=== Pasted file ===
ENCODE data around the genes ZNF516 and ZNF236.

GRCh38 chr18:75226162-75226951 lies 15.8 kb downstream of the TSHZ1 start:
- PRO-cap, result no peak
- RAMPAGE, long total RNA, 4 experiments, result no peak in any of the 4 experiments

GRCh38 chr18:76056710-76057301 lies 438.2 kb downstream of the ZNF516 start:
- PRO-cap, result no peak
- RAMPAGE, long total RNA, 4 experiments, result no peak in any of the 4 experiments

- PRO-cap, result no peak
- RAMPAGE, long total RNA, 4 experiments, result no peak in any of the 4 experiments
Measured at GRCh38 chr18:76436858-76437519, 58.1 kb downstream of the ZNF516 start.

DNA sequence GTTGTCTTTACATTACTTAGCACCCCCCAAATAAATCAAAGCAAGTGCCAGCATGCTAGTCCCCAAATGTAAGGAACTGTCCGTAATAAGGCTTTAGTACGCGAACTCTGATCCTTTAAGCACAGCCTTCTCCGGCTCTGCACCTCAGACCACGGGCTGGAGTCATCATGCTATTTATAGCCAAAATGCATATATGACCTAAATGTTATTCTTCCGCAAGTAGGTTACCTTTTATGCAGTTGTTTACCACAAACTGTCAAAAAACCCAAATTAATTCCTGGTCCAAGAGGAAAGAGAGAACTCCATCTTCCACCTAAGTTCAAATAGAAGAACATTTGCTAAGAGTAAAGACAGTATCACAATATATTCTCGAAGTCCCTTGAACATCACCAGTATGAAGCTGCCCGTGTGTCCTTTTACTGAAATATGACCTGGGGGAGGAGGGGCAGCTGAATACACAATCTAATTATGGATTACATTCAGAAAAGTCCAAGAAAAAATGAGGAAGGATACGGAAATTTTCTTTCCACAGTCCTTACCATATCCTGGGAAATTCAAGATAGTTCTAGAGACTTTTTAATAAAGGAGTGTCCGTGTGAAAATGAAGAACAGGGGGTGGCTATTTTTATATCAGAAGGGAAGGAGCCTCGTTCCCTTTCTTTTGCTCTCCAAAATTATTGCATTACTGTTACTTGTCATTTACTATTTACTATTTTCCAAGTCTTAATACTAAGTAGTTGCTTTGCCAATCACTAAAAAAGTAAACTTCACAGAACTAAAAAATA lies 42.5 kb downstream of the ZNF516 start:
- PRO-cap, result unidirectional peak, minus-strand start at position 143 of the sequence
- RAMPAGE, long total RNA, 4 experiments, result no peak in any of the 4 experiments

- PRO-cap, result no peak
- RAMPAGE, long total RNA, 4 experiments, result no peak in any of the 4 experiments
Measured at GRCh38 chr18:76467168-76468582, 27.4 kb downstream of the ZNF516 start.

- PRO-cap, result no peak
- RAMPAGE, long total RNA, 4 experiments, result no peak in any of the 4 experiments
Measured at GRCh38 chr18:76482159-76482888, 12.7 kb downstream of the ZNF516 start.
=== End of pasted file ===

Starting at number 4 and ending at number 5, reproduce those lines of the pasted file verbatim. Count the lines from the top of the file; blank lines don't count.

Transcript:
- RAMPAGE, long total RNA, 4 experiments, result no peak in any of the 4 experiments

GRCh38 chr18:76056710-76057301 lies 438.2 kb downstream of the ZNF516 start: